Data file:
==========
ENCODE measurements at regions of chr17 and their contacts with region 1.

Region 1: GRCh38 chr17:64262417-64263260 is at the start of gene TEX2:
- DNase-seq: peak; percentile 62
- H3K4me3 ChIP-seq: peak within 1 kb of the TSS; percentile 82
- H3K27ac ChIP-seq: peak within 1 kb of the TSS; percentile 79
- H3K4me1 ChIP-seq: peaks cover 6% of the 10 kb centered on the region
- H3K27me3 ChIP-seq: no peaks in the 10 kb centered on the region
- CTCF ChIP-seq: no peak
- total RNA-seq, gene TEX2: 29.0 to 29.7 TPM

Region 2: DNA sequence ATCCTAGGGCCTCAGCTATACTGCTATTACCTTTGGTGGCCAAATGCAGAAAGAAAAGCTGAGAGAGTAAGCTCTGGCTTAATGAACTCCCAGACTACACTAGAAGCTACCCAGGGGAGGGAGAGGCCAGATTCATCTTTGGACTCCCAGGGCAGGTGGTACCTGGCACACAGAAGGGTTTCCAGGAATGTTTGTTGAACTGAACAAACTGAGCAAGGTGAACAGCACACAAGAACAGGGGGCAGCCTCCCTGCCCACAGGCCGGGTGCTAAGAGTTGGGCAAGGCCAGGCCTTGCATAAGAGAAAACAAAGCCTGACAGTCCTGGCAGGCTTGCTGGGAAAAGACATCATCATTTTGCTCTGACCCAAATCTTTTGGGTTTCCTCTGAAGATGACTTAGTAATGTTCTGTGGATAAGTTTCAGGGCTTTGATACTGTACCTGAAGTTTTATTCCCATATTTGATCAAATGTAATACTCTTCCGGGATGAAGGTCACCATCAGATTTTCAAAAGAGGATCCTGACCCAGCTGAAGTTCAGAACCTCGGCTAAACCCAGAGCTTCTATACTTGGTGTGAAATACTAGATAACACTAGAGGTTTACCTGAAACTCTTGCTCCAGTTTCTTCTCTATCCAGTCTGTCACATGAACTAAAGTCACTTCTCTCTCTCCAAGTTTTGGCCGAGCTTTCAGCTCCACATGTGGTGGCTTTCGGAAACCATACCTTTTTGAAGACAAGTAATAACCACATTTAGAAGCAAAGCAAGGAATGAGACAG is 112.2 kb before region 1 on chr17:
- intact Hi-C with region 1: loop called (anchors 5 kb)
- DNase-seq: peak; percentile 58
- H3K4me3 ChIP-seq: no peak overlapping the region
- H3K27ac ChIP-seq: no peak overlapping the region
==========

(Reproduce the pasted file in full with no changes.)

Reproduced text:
ENCODE measurements at regions of chr17 and their contacts with region 1.

Region 1: GRCh38 chr17:64262417-64263260 is at the start of gene TEX2:
- DNase-seq: peak; percentile 62
- H3K4me3 ChIP-seq: peak within 1 kb of the TSS; percentile 82
- H3K27ac ChIP-seq: peak within 1 kb of the TSS; percentile 79
- H3K4me1 ChIP-seq: peaks cover 6% of the 10 kb centered on the region
- H3K27me3 ChIP-seq: no peaks in the 10 kb centered on the region
- CTCF ChIP-seq: no peak
- total RNA-seq, gene TEX2: 29.0 to 29.7 TPM

Region 2: DNA sequence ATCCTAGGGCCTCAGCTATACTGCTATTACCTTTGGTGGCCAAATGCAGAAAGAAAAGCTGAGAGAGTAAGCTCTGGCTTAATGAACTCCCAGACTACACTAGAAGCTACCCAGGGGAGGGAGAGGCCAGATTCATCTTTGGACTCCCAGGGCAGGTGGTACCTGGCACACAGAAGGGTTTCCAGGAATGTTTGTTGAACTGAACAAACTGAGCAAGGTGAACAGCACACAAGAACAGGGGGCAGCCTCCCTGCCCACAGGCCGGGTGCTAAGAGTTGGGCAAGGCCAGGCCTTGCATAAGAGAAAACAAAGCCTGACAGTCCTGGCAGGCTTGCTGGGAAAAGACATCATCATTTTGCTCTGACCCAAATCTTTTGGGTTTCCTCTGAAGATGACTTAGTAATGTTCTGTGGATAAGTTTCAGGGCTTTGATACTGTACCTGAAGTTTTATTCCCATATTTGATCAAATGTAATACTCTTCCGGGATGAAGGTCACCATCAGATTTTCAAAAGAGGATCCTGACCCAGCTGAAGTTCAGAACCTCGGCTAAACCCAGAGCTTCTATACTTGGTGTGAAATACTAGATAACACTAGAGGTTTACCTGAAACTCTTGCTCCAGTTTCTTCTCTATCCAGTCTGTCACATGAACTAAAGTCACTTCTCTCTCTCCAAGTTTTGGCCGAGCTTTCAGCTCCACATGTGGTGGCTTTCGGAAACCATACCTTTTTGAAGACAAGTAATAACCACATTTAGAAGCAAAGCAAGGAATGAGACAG is 112.2 kb before region 1 on chr17:
- intact Hi-C with region 1: loop called (anchors 5 kb)
- DNase-seq: peak; percentile 58
- H3K4me3 ChIP-seq: no peak overlapping the region
- H3K27ac ChIP-seq: no peak overlapping the region